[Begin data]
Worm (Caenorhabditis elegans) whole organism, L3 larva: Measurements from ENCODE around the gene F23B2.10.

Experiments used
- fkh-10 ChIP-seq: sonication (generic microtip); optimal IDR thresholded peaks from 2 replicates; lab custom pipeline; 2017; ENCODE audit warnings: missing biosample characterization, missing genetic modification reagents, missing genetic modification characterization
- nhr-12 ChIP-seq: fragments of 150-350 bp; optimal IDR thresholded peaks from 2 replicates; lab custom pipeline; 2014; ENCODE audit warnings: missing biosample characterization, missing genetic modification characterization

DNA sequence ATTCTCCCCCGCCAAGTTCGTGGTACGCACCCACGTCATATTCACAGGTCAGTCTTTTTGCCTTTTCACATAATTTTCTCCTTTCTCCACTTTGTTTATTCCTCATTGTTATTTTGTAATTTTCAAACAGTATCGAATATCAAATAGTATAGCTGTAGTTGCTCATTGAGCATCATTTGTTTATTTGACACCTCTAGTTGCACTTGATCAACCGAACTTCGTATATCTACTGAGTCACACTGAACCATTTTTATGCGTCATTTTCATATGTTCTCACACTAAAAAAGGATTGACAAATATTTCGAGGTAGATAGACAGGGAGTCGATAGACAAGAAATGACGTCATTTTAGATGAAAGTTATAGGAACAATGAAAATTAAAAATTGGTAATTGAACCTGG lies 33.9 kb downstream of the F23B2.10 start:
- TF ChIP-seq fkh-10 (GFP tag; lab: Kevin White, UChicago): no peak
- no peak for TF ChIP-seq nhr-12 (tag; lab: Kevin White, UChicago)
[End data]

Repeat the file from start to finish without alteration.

Worm (Caenorhabditis elegans) whole organism, L3 larva: Measurements from ENCODE around the gene F23B2.10.

Experiments used
- fkh-10 ChIP-seq: sonication (generic microtip); optimal IDR thresholded peaks from 2 replicates; lab custom pipeline; 2017; ENCODE audit warnings: missing biosample characterization, missing genetic modification reagents, missing genetic modification characterization
- nhr-12 ChIP-seq: fragments of 150-350 bp; optimal IDR thresholded peaks from 2 replicates; lab custom pipeline; 2014; ENCODE audit warnings: missing biosample characterization, missing genetic modification characterization

DNA sequence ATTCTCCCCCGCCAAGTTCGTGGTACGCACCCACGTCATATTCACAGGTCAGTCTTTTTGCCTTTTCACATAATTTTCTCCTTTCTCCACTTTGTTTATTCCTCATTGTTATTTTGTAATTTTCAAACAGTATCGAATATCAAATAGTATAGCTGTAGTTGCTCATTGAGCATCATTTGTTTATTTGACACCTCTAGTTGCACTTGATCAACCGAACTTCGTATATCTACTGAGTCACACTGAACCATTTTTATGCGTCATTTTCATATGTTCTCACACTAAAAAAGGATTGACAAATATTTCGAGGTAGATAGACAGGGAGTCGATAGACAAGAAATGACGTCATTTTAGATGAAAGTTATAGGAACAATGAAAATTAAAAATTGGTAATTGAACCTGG lies 33.9 kb downstream of the F23B2.10 start:
- TF ChIP-seq fkh-10 (GFP tag; lab: Kevin White, UChicago): no peak
- no peak for TF ChIP-seq nhr-12 (tag; lab: Kevin White, UChicago)